Commentary

The Mysterious World Of Megyn Kelly

At an otherwise fractious and unpredictable time in American politics and media culture, former Fox anchor Megyn Kelly might be the only person around whose career planets are all aligned brilliantly, at this very moment.

The 45-year-old-host of the “Kelly File,” whose new deal with NBC was announced this week, streaked onto the mainstream stage like a comet last August during the first Republican debate, when she had the (big league!) cojones to ask the now President-elect about his references to women as “pigs” and “dogs.”

“I don’t respect her as a journalist. I don’t think she’s very good,” Trump said, keeping the fight alive for days. He even turned it into a literal below-the-belt blood feud later on, telling an interviewer it was as if the red stuff were coming out of Kelly’s eyes and out of her “wherever” on debate night.

Some took that term to mean her hoo-ha, which was a strange way of countering her original question about his treatment of women.   

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Still, the continuing counter-punching with the president-to-be provided felicitous timing for the November publication of Kelly’s book, “Settle for More.” More great timing: Trump friend and Fox head Roger Ailes had been suddenly sacked in early fall after Gretchen Carlson sued him for sexual harassment. This allowed Kelly to tack on a chapter in the book about her own skirmishes with the serial groper, while never getting too specific.

This appears to be Kelly’s greatest talent — she seems to be tackling issues when she's really not. She and Trump made up later — and her follow-up on-air interview with him came off as dull and bloodless.

Yet all the attention to her unstoppable toughness added polish to the general Megyn Kelly brand, capped by the announcement that NBC hired her this week.

For the (younger) population living in the alternative digital universe, however, this mega-part Megyn announcement might be met quizzically. Some of their questions could include: “What’s a book?” “What’s a brand?” “What’s a network?” And most crucially, “What is news?

Those are obviously complicated, cosmic questions.

(Can we go with “When a rich and powerful old male media titan loves a creative female publishing entity very much, and they want to make a baby, but then there’s no ad money because of the infinite space on the Internet…) Well, I hope great minds somewhere are working on redefining (or giving new meaning to) all these ancient terms.

For now, most pundits agree that while the jury may be out about whether Kelly will be a good fit for NBC, the loss to Fox is more immediately measurable. (The network reportedly offered her a four-year, $20 million-a-year deal to stay.)

This week, the liberal media universe was also thrown off its axis by the announcement that Greta Van Susteren would join MSNBC. That night, lefty goddess Rachel Maddow welcomed Greta aboard with a lengthy, gushy, compliment-filled on-air interview and said jollily they were “old friends.” 

It looks like ideas about media and identity will be malleable in the new age of Trump.

The earliest word about Kelly’s hire: She would host a daily daytime show and a Sunday newsmagazine program. Both descriptors seem odd.

Afternoon talk shows are where former anchors go to die — Katie Couric and Meredith Vieira both had that experience. (And so did Anderson Cooper, but he kept his night job.) These shows start out smart and edgy, but by the time the second or third executive producer is brought in, they end up doing desperate segments on “Fashion tips for looking thinner.”  

The idea that Kelly would take over the 9 a.m. hour of “The Today Show,” however, makes much more sense, now that it has been hollowed out by the Billy Bush fiasco, again, involving female harassment and Trump.  

Isn’t it ironic that Kelly would take Bush's place?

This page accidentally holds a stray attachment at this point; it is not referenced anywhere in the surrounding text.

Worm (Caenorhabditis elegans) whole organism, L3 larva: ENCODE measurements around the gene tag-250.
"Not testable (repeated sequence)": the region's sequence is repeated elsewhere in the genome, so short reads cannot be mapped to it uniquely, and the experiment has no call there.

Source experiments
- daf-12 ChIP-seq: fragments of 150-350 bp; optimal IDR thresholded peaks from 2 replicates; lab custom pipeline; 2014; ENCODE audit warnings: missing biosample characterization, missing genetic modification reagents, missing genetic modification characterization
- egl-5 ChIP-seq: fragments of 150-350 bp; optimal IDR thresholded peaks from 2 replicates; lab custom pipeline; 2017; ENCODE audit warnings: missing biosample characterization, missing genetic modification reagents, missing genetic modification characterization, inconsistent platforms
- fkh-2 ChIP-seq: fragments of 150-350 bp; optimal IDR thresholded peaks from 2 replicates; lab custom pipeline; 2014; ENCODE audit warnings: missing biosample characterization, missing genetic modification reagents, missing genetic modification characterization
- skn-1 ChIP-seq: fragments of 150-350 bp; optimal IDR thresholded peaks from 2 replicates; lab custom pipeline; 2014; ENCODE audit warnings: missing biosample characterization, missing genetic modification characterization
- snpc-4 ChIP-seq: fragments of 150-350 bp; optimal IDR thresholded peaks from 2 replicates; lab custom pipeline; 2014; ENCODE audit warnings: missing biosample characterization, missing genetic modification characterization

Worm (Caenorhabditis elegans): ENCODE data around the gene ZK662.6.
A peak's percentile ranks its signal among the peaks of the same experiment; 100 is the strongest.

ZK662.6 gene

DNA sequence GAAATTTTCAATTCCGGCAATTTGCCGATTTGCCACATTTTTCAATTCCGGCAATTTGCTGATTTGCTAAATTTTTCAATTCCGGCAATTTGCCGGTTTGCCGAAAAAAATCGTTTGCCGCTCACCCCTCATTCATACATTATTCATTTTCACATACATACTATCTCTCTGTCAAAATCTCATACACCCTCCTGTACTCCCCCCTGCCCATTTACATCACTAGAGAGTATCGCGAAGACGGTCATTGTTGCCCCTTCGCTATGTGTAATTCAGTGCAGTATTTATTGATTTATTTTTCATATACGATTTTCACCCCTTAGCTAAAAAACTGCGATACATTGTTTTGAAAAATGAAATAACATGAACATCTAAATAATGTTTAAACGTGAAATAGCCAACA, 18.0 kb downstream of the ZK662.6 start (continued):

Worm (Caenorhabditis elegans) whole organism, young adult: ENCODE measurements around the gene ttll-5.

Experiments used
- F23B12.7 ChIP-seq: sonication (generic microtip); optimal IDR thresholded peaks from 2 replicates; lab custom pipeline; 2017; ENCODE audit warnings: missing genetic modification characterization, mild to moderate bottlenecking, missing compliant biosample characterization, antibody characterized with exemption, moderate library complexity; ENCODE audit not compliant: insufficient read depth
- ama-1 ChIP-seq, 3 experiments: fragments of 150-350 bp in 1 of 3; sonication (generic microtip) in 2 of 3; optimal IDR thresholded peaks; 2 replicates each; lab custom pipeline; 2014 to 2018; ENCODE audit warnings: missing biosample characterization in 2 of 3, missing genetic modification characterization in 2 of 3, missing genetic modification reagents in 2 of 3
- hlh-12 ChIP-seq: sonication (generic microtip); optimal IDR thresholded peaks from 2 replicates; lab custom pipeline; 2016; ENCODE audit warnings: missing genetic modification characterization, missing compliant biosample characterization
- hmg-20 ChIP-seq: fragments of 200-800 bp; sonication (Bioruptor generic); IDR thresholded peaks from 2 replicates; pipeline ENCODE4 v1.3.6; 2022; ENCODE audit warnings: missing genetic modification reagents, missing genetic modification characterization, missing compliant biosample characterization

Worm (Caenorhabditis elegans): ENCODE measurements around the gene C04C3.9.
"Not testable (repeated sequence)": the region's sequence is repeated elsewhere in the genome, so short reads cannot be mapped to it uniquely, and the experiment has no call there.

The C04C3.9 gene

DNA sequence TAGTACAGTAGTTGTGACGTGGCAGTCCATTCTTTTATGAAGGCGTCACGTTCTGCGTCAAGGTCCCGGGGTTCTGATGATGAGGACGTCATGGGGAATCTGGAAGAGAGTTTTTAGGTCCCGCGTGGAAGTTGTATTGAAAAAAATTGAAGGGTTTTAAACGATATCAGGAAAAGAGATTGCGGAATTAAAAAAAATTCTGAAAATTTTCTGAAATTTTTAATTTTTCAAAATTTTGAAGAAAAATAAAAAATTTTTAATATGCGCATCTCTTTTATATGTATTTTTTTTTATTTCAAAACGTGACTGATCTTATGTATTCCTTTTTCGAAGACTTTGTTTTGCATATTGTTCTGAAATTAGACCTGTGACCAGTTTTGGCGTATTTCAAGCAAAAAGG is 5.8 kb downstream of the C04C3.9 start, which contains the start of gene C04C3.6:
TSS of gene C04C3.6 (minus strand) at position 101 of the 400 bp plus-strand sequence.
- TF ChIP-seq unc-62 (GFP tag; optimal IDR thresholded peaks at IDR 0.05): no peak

Certainly, NBC has been through numerous scandals and upsets — think about the way the network handled Ann Curry’s exit. But if NBC allows Kelly to bring on the people she wants to interview (and she gets the “gets” and stays tough), she might reinvent the hour.

Women seem as ambivalent about Kelly as they are about Trump. She’s hard to categorize: a fearless interviewer of older white men, she also defended “white Santa” and rejects the term “feminist.”

Sheila Weller, author of "The News Sorority: Diane Sawyer, Katie Couric, Christiane Amanpour and the (Ongoing, Imperfect, Complicated) Triumph of Women in TV News," says of Kelly: "She’s a complete new thing. She’s a mixed bag, and she keeps it that way. She wears those silly cocktail dresses on TV, and keeps her views on choice private. She’s mysterious. She played the Fox game until she didn’t.

"She has found her own way, some faster way, to do this, that the women I wrote about didn’t. They had to pay their dues. This seems to be similar to the way that Jennifer Lawrence as an actress found a way to vault past the crap every other woman in the category takes. She has some secret sauce that enables her to cut through. There are just certain people who make their own rules."

Clearly, Kelly played the gorgeous-prom-queen-broadcaster game at Fox well, but after a dramatic photo shoot with Vanity Fair, chopped the “Real Housewife”-style hair extensions and went with a sleeker, tougher, Hitchcock-blonde look. Added to the mystery of how this post-Fox incarnation will work, consider this anomaly: NBC is paying her megabucks, while willingly acknowledging she’s looking for more scheduling flexibility and time with her three small children.

Emmy–award-winning producer Kim Kennedy, who has worked at CNN and CBS, says Kelly has some of the same qualities on television that other blonde, Trump, has — she’s “provocative and buzzy.”

Kelly’s contract with Fox News runs through July, though, so she may not be able to join NBC News officially for months.

Until then, she’ll play it close to the vest. My money is on her morphing into a more conventional liberal type on NBC, just as sister network MSNBC goes less left.

That’s because one way or the other, Kelly knows it’s about building her own brand, her own way of remaining a star. Never mind identity politics, feminism, conservatism or leaning in. She’s finding a way to dance around it that seems oddly gender-free.

I don't know if that's progress. But for now, she is sui generis — and in her own orbit. 

11 comments about "The Mysterious World Of Megyn Kelly".